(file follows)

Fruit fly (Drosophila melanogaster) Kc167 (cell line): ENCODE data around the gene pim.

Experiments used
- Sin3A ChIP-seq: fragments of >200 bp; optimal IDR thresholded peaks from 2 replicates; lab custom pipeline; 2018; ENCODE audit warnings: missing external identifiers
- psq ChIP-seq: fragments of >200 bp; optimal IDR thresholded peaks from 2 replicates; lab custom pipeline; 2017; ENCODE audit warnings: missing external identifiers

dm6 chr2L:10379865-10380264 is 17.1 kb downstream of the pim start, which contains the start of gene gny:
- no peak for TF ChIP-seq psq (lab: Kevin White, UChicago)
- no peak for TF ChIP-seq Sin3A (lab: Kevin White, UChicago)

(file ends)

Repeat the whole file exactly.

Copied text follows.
Fruit fly (Drosophila melanogaster) Kc167 (cell line): ENCODE data around the gene pim.

Experiments used
- Sin3A ChIP-seq: fragments of >200 bp; optimal IDR thresholded peaks from 2 replicates; lab custom pipeline; 2018; ENCODE audit warnings: missing external identifiers
- psq ChIP-seq: fragments of >200 bp; optimal IDR thresholded peaks from 2 replicates; lab custom pipeline; 2017; ENCODE audit warnings: missing external identifiers

dm6 chr2L:10379865-10380264 is 17.1 kb downstream of the pim start, which contains the start of gene gny:
- no peak for TF ChIP-seq psq (lab: Kevin White, UChicago)
- no peak for TF ChIP-seq Sin3A (lab: Kevin White, UChicago)